Blood River Landing is a private marina but is open to the public once a year for the Tickfaw 200 poker run. The centerpiece is the “Fun House,” a bar and concert stage that reflects the eclectic nature of the region. Charles Albert, who died in a motorcycle accident in 2009, furnished the Fun House with signs and marine-related items such as crab pots and buoys hanging from the rafters. Albert constructed the Fun House and a few of the buildings on the marina property using scrap wood and materials from the area. 

The poker run is reflective of Albert’s spirit where the participants can choose their own adventure. Organizers had 12 stops and poker runners could pick their spots during the three-day event. Boaters could run potentially 200 miles if they visited all the stops, but the intermittent rain kept many of the participants closer to base.

Greg and Jennifer Connell, owners of Legend Marine Group, had a large group of friends and customers on their Nor-Tech center console. Winding through the river, Greg knows the area well with a first stop at Prop Stop on the Tickfaw River and then Sun Buns in Manchac. Both bars are only accessible by boat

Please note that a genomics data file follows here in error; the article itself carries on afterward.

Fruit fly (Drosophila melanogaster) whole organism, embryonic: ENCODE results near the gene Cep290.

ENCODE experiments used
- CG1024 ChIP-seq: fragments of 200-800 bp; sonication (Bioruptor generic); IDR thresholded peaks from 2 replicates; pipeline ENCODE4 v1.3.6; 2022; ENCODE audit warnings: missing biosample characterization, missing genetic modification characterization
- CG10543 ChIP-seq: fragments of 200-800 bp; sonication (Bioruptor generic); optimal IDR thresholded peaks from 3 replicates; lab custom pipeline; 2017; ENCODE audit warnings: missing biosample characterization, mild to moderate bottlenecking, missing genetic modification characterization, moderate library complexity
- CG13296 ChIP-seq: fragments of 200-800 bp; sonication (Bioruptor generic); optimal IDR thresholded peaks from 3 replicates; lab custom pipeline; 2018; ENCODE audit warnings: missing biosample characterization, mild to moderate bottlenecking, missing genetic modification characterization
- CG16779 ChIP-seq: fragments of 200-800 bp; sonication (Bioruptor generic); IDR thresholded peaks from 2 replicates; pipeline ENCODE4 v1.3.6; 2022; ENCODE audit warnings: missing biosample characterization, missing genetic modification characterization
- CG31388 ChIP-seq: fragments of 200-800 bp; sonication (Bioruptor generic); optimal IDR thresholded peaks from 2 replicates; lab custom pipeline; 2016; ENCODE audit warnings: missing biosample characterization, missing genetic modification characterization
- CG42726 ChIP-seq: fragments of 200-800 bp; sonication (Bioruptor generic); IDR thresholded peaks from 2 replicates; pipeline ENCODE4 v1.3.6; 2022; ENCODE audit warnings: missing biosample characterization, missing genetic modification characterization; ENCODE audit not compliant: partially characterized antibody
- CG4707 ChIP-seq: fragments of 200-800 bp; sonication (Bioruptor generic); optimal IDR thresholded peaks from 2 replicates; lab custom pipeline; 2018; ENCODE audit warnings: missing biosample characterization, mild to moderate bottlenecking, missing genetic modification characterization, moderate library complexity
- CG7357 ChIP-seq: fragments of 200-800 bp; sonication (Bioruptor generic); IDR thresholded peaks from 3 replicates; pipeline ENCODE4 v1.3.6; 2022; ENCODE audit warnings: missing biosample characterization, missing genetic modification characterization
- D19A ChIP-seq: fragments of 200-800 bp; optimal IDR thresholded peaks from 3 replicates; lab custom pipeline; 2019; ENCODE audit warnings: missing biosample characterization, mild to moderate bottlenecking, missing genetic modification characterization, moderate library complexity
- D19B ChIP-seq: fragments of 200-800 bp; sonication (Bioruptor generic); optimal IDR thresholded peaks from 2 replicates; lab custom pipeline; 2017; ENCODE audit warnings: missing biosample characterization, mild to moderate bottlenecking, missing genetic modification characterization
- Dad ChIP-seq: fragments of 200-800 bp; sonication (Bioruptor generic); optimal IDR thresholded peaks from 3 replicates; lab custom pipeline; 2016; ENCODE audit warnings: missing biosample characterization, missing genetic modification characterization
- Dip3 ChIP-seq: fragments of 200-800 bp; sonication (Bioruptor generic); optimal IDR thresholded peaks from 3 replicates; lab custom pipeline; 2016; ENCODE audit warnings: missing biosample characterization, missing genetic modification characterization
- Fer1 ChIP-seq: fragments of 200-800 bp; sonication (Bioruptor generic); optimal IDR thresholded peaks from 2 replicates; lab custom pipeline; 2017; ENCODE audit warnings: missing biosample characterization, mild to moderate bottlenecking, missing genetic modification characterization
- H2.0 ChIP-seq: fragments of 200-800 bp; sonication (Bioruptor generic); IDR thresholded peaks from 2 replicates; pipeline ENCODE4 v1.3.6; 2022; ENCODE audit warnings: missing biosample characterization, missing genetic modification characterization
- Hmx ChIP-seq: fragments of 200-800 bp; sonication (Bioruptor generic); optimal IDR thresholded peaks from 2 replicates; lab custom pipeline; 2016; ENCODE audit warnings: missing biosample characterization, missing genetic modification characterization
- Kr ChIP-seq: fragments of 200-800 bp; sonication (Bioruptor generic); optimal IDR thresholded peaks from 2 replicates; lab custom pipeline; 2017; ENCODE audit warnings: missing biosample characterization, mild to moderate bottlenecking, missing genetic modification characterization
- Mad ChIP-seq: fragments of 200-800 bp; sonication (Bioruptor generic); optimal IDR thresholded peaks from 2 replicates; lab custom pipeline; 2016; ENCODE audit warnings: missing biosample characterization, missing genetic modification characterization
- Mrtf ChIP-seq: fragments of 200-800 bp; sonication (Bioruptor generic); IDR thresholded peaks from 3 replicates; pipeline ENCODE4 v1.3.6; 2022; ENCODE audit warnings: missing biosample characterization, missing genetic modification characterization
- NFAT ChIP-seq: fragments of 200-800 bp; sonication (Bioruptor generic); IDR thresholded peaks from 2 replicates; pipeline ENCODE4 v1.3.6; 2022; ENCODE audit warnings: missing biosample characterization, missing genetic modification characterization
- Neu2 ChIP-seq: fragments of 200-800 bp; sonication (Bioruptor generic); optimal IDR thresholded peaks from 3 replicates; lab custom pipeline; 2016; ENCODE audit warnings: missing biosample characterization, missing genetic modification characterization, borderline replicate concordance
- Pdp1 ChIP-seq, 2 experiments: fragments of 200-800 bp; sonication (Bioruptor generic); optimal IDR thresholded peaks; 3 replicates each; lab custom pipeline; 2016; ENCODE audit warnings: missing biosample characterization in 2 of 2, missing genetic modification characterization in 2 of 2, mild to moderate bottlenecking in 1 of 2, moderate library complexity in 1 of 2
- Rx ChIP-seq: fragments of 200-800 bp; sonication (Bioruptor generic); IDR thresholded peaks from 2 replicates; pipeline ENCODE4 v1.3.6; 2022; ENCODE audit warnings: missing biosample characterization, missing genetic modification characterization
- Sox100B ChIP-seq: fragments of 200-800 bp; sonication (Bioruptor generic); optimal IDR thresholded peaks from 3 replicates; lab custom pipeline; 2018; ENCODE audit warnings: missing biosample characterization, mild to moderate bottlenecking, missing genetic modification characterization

Poker runners enjoying the views at the Sun Buns stop at the Tickfaw 200.

The slushy drinks were flowing at Sun Buns as the humidity took hold between rain showers. Performance center consoles from MTI, Statement Marine and Nor-Tech were interspersed with older sport boats including Fountains and Wellcrafts at the docks. Nearby people tossed scraps of food to a small alligator that lives under the Sun Buns docks.

Legend Marine Group is one of the original sponsors of the Tickfaw 200 and Greg affectionately calls it a “down home, hillbilly party.”

“What drew us here was the local people and the charities they were doing it for,” Connell said. “The next year everybody started talking about it and a few more came. Now we (Legend Marine) probably have at least 60 people here.”

When Albert started the Tickfaw 200 in 1996, it was important for Albert to spread the wealth throughout the parishes, said Ladd Spring, a close friend of Albert who nicknamed him “Crazy Charlie.” Another goal was to get the boating season started earlier, Spring said